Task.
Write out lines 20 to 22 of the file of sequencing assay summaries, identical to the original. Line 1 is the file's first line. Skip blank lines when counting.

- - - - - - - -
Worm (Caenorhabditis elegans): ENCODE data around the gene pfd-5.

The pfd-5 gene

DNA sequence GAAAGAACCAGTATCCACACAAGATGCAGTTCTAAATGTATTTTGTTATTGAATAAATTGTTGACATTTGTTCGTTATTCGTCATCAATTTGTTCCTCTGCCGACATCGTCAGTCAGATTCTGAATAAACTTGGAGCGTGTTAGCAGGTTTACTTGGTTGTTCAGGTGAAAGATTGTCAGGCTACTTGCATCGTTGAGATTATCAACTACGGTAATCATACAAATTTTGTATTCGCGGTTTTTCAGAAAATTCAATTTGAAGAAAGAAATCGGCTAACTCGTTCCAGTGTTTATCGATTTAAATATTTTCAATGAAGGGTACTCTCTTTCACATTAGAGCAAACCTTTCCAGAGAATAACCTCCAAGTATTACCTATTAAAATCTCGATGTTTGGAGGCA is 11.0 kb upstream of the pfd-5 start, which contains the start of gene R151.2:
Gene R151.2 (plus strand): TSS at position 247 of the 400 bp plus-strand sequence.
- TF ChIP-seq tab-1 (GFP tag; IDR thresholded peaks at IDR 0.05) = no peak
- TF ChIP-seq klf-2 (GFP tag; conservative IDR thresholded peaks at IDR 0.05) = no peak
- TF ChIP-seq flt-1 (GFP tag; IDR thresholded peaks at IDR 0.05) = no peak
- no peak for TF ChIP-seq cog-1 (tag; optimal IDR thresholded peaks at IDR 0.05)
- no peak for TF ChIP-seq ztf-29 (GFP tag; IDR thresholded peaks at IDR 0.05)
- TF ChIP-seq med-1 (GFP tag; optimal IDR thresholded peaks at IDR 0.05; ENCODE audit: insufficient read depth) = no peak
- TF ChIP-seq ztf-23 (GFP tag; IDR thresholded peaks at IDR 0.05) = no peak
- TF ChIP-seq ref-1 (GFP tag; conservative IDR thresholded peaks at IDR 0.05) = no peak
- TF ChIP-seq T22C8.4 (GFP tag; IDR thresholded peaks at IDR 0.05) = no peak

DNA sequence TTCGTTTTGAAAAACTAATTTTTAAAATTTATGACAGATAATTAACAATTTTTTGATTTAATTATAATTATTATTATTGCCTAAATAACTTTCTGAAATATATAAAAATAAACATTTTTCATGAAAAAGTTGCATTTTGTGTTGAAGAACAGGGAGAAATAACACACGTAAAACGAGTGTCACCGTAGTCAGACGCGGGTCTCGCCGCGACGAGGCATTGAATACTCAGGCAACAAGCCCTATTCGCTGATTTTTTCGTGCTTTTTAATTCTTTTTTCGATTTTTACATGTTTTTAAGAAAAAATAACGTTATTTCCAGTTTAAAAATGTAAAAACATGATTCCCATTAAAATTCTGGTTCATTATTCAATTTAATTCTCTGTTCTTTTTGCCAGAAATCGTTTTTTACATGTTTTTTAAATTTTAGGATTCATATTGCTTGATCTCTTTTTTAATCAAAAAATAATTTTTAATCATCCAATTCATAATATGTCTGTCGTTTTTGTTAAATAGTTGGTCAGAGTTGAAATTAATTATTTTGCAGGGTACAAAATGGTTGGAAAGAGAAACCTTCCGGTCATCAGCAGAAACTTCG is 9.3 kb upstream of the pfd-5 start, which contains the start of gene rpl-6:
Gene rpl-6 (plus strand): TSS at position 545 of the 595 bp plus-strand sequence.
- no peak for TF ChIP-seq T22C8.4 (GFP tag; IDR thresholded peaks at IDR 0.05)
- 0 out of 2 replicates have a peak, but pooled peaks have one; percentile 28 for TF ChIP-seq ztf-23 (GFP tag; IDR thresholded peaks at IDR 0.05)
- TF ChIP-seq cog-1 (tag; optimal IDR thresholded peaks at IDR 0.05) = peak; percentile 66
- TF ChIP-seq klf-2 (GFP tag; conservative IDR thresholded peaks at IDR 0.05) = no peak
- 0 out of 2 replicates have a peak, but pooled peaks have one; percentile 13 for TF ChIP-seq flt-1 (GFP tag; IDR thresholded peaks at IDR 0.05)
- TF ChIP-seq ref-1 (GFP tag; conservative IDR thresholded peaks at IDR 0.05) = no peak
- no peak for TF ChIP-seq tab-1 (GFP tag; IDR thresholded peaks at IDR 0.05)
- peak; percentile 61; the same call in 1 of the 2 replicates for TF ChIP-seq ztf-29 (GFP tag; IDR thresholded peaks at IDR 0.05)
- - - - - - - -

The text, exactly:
- 0 out of 2 replicates have a peak, but pooled peaks have one; percentile 13 for TF ChIP-seq flt-1 (GFP tag; IDR thresholded peaks at IDR 0.05)
- TF ChIP-seq ref-1 (GFP tag; conservative IDR thresholded peaks at IDR 0.05) = no peak
- no peak for TF ChIP-seq tab-1 (GFP tag; IDR thresholded peaks at IDR 0.05)